GC Reveals Why Orchids Could be the Future of Mosquito Repellents
A recent study revealed how strong the attraction of flowers can be to mosquitoes. What the GC analysis in the study also showed is that some chemicals present in a specific specie of orchids can repel mosquitoes by their scent – could this help in the development of improved repellent products?
Using gas chromatography (GC), a research team from the University of Washington, in the US, has recently discovered a chemical combination that draws mosquitoes to a specific specie of orchids, Platanthera obtusata, for pollination. As the researchers note in their findings, the orchid produces just the right combo of compounds that attract mosquitoes through their sense of smell.
When analyzed in isolation, these compounds have certain properties which are repressive or attractive to the mosquito brain. However, when combined together in the same proportion that can be found in the orchid, they can stimulate the mosquitoes’ brain as much as warm-blooded host.
Thanks to GC analysis, the group of researchers were able to identify the chemicals present in the scent of the orchid species. In contrast to its close relatives, the Platanthera obtusata type of orchid contained a high level of a chemical compound called nonanal, and less amounts of another chemical, lilac aldehyde.
The scientists noted the electrical activity these two chemicals aroused in mosquitoes native to orchid’s habitat, the Northern Hemisphere, as well as in mosquitoes from different regions. The team found that nonanal and lilac aldehyde stimulated the antennae of both native and non-native mosquitoes. The researchers also found that decreasing the amounts of lilac aldehyde made the mosquitoes lose interest, whilst too much of the compound at times repelled them by its scent.
As part of their study, the researchers also observed closely the different parts of a mosquitoe’s brain and noted the areas which were activated by nonanal and lilac aldehyde. Jeffrey Riffell, professor biology at the University of Washington, said:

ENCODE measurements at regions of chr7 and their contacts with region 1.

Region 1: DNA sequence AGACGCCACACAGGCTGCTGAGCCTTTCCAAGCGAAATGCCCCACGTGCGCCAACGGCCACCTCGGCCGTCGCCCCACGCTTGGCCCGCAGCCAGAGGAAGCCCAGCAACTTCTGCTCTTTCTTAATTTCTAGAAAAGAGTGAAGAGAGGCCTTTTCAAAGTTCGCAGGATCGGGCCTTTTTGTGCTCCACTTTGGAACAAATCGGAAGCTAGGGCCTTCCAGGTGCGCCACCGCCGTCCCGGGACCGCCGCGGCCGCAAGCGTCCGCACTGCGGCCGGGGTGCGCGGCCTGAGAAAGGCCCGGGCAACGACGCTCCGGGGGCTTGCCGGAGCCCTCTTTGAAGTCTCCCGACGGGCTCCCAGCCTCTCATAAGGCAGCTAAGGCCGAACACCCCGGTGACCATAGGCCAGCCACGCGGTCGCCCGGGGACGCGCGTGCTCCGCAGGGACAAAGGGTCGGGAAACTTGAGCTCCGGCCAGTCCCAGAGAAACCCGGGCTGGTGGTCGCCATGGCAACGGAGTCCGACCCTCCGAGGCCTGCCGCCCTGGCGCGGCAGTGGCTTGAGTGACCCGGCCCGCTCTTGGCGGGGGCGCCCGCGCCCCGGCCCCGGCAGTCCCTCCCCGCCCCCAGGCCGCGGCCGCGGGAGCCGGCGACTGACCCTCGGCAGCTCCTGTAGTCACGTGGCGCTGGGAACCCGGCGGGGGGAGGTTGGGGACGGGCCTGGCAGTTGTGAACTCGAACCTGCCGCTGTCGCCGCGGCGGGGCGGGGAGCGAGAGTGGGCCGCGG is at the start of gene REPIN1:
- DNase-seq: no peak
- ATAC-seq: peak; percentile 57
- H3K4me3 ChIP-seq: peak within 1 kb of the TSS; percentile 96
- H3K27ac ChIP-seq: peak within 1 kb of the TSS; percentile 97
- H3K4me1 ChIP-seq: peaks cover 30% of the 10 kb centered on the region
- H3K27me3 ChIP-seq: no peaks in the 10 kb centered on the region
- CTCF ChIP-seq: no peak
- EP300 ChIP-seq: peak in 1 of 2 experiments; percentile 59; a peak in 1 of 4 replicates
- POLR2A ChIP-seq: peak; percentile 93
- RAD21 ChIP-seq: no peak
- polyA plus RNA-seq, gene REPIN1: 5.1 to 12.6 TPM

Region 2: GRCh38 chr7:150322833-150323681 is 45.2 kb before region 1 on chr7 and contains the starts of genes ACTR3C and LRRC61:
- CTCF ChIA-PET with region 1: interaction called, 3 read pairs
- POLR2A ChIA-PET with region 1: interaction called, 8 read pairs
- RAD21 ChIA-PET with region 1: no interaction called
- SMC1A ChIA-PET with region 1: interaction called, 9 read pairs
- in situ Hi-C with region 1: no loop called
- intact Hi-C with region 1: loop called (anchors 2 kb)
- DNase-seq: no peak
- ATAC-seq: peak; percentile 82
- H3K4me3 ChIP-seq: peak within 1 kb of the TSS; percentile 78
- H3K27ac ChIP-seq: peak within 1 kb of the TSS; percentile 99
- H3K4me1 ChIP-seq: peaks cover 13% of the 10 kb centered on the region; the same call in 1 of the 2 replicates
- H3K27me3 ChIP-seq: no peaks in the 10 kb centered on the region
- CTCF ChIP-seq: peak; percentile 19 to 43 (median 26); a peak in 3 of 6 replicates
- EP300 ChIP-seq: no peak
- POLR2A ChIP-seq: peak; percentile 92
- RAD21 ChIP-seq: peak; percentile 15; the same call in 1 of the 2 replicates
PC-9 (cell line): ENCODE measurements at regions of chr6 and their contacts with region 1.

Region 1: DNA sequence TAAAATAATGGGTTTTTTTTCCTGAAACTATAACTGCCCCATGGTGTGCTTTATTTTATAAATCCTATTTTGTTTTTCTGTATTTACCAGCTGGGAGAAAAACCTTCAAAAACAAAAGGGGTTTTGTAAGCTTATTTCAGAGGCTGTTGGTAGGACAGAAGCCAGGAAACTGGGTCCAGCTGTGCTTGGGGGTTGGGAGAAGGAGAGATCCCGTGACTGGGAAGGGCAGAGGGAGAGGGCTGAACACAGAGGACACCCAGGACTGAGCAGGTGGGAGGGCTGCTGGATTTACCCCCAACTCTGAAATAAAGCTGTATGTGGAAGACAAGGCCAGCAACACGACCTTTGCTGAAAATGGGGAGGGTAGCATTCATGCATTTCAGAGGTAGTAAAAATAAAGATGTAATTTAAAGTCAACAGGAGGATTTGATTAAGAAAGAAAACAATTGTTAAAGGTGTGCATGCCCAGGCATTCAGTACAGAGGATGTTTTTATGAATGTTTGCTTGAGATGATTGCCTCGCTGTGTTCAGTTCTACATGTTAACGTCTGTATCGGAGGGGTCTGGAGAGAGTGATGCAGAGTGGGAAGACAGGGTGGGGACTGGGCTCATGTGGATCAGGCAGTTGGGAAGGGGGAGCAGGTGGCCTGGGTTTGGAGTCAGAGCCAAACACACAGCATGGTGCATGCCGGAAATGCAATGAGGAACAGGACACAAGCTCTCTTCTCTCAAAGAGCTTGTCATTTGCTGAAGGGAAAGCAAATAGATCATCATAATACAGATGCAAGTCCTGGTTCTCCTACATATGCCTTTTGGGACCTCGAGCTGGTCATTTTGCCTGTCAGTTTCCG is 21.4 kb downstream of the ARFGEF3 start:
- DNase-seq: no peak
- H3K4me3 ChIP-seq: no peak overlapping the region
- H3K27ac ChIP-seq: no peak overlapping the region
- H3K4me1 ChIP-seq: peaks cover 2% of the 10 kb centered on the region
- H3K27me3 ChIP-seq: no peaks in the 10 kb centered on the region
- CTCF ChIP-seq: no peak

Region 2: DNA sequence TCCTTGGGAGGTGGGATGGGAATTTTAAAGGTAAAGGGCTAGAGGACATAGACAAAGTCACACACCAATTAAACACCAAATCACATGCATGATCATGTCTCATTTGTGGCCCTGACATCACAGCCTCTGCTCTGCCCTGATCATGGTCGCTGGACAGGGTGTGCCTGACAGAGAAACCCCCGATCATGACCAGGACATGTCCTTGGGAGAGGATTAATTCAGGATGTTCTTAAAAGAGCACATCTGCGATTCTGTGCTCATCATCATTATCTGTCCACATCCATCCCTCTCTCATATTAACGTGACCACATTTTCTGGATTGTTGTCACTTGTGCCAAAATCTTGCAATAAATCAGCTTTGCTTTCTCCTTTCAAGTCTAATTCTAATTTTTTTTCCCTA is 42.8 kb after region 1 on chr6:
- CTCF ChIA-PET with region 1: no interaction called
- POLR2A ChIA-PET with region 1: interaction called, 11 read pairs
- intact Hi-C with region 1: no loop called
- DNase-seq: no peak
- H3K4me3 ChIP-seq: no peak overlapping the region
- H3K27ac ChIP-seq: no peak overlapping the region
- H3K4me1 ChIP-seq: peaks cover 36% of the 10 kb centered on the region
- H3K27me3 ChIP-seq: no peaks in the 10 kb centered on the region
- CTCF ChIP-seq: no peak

“Mosquitoes are processing the ratio of chemicals, not just the presence or absence of them. This isn’t just important for flower discrimination — it’s also important for how mosquitoes discern between you and I. Human scent is very complex, and what is probably important for attracting or repelling mosquitoes is the ratio of particular chemicals. We know that some people get bit more than others, and maybe a difference in ratio explains why.”
Having such knowledge about the life of mosquitoes and their flower preferences can bear implications for mosquito repellent suppliers. For instance, such data acquired from the research can help advise in the development of less harmful and more effective types of repellents, so we can safely keep female mosquitoes off our skin!
Using Hydrogen Generator for GC
More and more labs are moving away from the traditional methods of bulk hydrogen gas supply for GC analysis. Offering a safer and more reliable alternative to pressurized gas cylinders, with a hydrogen generator labs can take control of their own gas supply by producing their own hydrogen gas, on-site and on-demand.
Peak Scientific’s Precision Hydrogen generator comes in two variants: standard and trace. The standard model, available in 100cc, 200cc and 300cc, is designed for applications requiring hydrogen gas as a fuel gas, such as FID and FPD. For carrier gas, Peak offers the trace model, delivering flow rates up to 1200cc/min. Capable of supplying multiple detectors and GC or GC-MS instruments, Precision Hydrogen provides labs with a consistent and dependable gas supply.